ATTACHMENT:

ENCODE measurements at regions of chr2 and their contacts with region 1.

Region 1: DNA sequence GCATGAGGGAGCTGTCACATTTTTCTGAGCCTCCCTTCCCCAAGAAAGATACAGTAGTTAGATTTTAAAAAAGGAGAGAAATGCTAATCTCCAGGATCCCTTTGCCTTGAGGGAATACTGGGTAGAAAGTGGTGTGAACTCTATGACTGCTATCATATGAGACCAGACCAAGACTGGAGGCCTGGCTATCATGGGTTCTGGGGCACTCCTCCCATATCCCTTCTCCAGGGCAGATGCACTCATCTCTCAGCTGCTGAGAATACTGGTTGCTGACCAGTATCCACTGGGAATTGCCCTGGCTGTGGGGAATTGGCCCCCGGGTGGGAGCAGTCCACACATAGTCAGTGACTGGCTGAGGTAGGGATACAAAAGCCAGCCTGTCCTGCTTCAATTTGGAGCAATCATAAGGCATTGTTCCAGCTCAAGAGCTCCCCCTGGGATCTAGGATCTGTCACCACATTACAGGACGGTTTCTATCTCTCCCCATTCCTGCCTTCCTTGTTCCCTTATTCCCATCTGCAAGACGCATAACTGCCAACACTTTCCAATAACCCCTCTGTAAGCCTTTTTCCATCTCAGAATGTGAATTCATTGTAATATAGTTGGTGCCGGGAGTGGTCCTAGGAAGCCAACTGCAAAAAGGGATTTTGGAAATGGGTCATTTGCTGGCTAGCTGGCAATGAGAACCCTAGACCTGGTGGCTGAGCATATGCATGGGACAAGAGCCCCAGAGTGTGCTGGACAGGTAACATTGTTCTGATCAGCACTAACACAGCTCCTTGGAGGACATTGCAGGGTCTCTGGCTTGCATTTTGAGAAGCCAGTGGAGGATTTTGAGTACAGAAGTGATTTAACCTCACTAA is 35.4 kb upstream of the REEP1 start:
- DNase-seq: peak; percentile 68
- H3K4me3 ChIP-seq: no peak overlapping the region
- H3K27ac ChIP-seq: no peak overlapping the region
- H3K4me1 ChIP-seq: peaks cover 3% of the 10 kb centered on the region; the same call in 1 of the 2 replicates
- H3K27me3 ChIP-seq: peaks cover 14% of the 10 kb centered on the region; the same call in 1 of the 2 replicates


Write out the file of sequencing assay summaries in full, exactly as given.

ENCODE measurements at regions of chr2 and their contacts with region 1.

Region 1: DNA sequence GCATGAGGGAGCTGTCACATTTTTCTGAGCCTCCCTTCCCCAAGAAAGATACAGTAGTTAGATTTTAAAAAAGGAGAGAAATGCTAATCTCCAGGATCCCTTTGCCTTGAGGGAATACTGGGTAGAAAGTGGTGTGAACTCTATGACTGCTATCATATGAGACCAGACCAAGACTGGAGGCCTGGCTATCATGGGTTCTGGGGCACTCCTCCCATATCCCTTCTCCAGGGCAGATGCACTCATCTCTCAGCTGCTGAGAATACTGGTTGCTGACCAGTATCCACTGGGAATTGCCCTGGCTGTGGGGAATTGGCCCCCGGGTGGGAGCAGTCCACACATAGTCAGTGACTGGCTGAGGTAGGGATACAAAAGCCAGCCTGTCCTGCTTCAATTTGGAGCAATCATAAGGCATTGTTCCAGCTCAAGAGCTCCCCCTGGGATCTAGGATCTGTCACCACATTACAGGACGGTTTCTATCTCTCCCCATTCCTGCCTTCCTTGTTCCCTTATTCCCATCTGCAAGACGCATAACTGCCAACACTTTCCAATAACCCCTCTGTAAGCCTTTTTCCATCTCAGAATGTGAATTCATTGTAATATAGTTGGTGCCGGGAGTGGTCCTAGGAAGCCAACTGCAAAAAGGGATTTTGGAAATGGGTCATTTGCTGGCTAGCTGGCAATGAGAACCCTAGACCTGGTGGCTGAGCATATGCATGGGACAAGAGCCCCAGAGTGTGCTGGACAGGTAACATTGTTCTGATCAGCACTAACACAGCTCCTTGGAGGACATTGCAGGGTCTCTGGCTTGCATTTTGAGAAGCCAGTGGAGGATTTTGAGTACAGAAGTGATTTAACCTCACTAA is 35.4 kb upstream of the REEP1 start:
- DNase-seq: peak; percentile 68
- H3K4me3 ChIP-seq: no peak overlapping the region
- H3K27ac ChIP-seq: no peak overlapping the region
- H3K4me1 ChIP-seq: peaks cover 3% of the 10 kb centered on the region; the same call in 1 of the 2 replicates
- H3K27me3 ChIP-seq: peaks cover 14% of the 10 kb centered on the region; the same call in 1 of the 2 replicates